The real danger therefore lies not in the likelihood of the obsolescence of tea in its traditional form, but in the appearance of pretenders that may dilute real tea and its importance for future generations. Many people see tea as the highly sugared Iced Teas that have little relationship to real tea, instant tea – an insult, Iced Tea Lollies as obvious a misguided effort to profit from the heritage of real tea as a corporation can design. Yet amidst recession, the consumption of tea grew – and interestingly it grew most in the speciality tea segment, suggesting that the new generation wants tea, and seeks better tea. The appreciation of leaf tea – served in the traditional teapot – is growing, and as people overcome with the blandness of materialism, seek more profound fulfillment, tea offers the same serenity, energy, vitality and comfort as it has done for generations. Of course there is much to be done for the story of real tea must be told, and the wonderful heritage of tea, be applied with authenticity, ethics and expertise to offer more tea drinkers the possibility of indulging in the divine herb. That may take more resources than a family company like ours can muster, but more passionate tea people will surely join the fold as it becomes apparent to corporations that the headlong rush towards extracting profit from tea at any cost, eventually yields diminishing returns.

I can only assume that my friend, overcome as he was with consumer research and trend reports, does not drink tea. An ancient Japanese proverb observes that, “If man has no tea in him, he is incapable of understanding truth and beauty.”

In conclusion, let us brew a cup of fine tea, taking care to appreciate the tea as the leaves unfold and yield their delicious infusion, whilst thinking of more sage words;the suggestion of Thich Nat Hahn, Vietnamese monk, peace activist, poet and teacher: “Drink your tea slowly and reverently, as if it is the axis on which the earth revolves – slowly, evenly, without rushing toward the future.”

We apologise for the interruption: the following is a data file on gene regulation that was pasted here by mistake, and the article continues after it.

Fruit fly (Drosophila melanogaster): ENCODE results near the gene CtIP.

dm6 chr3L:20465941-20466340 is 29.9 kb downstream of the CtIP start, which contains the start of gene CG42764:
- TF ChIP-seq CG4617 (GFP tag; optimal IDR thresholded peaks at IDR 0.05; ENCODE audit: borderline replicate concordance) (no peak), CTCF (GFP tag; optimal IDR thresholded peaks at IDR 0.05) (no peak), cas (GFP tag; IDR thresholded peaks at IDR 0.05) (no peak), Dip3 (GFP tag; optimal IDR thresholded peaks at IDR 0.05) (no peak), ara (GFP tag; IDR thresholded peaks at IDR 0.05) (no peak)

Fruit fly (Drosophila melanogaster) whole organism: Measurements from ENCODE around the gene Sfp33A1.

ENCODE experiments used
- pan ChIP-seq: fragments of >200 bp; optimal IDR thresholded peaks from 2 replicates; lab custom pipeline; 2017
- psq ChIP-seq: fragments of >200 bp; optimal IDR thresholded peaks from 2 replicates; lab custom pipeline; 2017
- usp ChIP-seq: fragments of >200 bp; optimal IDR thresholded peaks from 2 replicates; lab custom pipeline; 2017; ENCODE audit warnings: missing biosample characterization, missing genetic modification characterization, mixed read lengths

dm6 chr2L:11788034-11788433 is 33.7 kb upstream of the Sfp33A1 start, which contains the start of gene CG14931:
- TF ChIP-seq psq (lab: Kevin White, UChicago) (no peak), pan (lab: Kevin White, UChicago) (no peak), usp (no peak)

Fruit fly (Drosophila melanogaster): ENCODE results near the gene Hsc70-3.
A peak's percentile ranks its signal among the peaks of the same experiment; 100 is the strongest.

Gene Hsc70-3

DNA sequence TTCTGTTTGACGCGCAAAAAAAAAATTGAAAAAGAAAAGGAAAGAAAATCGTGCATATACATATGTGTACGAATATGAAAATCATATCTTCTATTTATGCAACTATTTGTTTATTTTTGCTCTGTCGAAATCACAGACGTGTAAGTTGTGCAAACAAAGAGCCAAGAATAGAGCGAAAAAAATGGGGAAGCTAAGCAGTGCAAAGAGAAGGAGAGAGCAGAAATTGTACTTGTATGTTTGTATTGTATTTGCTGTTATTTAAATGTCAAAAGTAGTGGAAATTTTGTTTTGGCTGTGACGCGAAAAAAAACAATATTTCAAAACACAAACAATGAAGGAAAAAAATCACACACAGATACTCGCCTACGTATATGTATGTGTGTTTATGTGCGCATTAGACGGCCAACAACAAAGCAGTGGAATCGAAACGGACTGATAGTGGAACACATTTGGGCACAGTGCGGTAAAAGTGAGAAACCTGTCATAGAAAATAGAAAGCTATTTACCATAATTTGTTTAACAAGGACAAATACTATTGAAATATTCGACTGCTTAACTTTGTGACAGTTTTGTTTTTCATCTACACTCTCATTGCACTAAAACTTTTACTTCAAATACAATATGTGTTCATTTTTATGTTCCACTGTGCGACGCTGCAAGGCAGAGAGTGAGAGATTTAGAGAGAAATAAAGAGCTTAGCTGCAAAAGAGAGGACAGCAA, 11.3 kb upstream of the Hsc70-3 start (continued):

The beverage tea, from the top leaves of the plant Camellia sinensis is one of the most widely used beverages in the world, second only to water. Black and green tea have mostly similar actions. The active components are polyphenols, mainly epigallocatechin gallate in green tea, and the tea leaf polyphenol oxidase mediated oxidation to oolong and black tea, yielding other polyphenols, theaflavin and thearubigins. There is 40-50 mg caffeine in a 160-ml cup of tea. The chemopreventive effects of tea depend on: (1) its action as an antioxidant; (2) the specific induction of detoxifying enzymes; (3) its molecular regulatory functions on cellular growth, development and apoptosis; and (4) a selective improvement in the function of the intestinal bacterial flora. The oxidation of LDL cholesterol, associated with a risk for atherosclerosis and heart disease, is inhibited by tea. Many of cancers are caused by lifestyle elements. One is cigarette and tobacco use, leading to cancer in the oral cavity, esophagus and lung, inhibited by tea. Mice administered a tobacco nitrosamine, 4-(methylnitrosamino)-1-(3-pyridyl)-1-butanone (NNK), developed significantly fewer lung tumors than controls when given green tea or its major polyphenol, epigallocatechin gallate (EGCG). Tea suppressed the formation of 8-hydroxydeoxyguanosine (8-OHdG), a marker of oxidative DNA damage, in the lung DNA of mice given NNK. Gastric cancer, caused by a combination of Helicobacter pylori and salted foods, is lower in tea drinkers. Western nutritionally-linked cancers of the breast, colon, prostate and pancreas can be inhibited by tea. The formation of genotoxic carcinogens for these target organs during the cooking of meats, heterocyclic amines, and their effects were decreased by tea. Tea inhibited the formation of reactive oxygen species and radicals and induced cytochromes P450 1A1, 1A2 and 2B1, and glucuronosyl transferase. The higher formation of glucuronides represents an important mechanism in detoxification. The developmental aspects and growth of cancers through promotion are decreased by tea. The regular use of a widely available, tasty, inexpensive beverage, tea, has displayed valuable preventive properties in chronic human diseases.

Extract from :

Mechanisms of chronic disease causation by nutritional factors and tobacco products and their prevention by tea polyphenols. Weisburger JH, Chung FL. American Health Foundation, One Dana Road, Valhalla, NY 10595, USA. [The Journal of the British Industrial Biological Research Association, Food & Chemical Toxicology, 2002 Aug;40(8):1145-54. All rights acknowledged.

Related Posts

Leave a Comment